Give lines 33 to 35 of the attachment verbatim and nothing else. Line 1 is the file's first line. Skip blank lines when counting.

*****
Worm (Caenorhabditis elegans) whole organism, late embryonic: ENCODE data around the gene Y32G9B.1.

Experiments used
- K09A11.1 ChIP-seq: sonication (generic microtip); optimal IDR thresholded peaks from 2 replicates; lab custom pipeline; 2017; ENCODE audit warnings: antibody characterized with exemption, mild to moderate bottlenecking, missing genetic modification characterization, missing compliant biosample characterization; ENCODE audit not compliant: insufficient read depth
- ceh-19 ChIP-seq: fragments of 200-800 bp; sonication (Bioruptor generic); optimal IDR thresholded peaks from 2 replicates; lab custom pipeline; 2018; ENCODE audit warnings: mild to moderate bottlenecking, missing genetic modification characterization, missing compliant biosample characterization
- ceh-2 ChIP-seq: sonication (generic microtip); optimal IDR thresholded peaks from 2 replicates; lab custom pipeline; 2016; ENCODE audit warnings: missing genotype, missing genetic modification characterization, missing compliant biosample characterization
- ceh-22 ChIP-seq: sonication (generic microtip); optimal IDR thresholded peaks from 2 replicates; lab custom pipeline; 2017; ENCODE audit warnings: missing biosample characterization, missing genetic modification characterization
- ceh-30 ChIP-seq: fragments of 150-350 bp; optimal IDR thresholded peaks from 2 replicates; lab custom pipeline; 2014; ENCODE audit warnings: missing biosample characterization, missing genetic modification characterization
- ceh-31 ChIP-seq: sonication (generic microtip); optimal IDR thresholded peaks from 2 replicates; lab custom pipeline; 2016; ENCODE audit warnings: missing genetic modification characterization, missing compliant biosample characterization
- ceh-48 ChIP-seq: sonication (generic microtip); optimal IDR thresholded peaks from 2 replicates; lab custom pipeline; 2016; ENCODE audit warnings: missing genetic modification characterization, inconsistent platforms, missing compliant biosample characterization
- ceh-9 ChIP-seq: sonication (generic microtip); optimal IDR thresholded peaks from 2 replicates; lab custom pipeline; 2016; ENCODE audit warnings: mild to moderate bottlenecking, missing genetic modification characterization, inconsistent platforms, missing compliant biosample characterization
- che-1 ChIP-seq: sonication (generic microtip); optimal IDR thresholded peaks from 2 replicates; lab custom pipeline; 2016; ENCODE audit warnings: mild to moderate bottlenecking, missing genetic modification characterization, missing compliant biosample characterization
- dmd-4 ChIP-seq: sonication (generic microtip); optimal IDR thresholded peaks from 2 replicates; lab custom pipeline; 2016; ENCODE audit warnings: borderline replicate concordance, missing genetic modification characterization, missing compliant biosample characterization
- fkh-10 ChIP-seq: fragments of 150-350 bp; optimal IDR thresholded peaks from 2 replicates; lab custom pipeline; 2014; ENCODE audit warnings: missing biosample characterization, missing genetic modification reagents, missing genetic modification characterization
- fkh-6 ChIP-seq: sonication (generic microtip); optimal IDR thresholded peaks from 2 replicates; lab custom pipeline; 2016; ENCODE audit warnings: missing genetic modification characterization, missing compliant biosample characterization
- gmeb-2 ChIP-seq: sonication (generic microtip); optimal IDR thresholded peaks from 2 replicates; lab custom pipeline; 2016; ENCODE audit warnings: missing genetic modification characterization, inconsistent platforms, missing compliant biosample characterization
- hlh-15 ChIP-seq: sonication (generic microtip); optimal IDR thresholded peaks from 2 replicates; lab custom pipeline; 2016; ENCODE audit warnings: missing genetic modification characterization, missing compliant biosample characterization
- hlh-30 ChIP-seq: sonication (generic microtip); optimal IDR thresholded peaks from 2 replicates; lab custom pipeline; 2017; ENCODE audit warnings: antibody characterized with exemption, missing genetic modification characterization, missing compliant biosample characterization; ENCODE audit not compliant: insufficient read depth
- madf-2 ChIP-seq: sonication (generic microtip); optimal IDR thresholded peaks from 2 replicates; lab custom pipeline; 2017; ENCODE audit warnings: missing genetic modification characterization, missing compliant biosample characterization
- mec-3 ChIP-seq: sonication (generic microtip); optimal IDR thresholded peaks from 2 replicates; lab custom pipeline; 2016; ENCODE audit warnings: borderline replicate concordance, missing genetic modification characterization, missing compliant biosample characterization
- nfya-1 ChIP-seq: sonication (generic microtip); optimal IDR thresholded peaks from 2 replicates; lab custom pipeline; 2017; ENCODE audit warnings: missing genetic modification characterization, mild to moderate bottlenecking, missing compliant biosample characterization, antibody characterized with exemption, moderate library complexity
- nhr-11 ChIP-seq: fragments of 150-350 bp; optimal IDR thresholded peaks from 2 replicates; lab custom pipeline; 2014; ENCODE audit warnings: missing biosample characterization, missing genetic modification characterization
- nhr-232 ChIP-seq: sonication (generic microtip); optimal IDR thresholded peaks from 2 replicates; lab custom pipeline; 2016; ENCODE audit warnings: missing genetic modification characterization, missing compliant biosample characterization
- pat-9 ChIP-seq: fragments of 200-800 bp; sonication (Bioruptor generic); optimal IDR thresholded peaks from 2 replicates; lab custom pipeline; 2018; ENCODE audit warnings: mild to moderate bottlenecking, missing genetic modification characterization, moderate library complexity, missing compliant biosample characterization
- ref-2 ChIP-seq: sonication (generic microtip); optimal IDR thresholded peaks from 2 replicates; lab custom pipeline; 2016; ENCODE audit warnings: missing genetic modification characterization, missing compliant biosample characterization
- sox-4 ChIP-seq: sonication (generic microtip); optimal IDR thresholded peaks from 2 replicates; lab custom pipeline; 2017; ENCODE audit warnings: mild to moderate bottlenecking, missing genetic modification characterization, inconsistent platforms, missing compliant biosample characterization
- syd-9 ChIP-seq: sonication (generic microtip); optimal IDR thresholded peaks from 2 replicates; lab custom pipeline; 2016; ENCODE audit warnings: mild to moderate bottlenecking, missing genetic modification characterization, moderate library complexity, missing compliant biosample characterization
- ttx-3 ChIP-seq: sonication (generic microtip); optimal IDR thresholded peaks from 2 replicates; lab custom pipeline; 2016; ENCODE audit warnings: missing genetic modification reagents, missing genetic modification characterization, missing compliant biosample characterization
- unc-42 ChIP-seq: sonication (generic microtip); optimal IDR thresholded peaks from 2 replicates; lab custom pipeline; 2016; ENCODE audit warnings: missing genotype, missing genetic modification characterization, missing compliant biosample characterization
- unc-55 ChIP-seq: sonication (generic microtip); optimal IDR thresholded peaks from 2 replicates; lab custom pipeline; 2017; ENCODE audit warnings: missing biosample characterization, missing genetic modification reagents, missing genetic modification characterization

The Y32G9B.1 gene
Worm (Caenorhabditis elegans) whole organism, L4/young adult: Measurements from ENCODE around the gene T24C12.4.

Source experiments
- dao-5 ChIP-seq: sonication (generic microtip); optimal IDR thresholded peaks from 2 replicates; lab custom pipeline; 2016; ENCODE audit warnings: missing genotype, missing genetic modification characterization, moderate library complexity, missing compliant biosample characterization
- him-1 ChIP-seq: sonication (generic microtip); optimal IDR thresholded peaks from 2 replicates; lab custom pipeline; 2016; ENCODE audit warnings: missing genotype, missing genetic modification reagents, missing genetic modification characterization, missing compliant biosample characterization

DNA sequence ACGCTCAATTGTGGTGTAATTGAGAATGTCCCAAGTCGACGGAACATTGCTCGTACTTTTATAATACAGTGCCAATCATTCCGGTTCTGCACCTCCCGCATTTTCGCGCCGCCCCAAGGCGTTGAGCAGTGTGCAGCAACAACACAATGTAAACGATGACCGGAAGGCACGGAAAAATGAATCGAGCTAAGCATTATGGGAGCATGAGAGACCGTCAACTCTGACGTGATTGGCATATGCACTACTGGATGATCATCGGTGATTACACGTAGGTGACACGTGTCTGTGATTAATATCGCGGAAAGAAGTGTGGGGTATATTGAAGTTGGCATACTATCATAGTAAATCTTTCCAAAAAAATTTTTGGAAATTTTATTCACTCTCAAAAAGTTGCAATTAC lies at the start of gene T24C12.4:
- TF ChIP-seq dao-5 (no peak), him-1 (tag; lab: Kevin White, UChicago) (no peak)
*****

- dao-5 ChIP-seq: sonication (generic microtip); optimal IDR thresholded peaks from 2 replicates; lab custom pipeline; 2016; ENCODE audit warnings: missing genotype, missing genetic modification characterization, moderate library complexity, missing compliant biosample characterization
- him-1 ChIP-seq: sonication (generic microtip); optimal IDR thresholded peaks from 2 replicates; lab custom pipeline; 2016; ENCODE audit warnings: missing genotype, missing genetic modification reagents, missing genetic modification characterization, missing compliant biosample characterization

DNA sequence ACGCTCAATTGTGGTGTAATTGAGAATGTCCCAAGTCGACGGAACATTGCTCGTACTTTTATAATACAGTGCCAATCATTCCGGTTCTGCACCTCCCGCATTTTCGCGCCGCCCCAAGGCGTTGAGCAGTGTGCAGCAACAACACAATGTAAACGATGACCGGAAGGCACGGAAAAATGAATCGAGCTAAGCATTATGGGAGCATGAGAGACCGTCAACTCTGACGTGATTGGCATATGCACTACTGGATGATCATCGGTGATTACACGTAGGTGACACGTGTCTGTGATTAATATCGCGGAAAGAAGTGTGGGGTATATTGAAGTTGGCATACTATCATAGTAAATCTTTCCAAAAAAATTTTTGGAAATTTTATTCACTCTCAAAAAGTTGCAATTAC lies at the start of gene T24C12.4: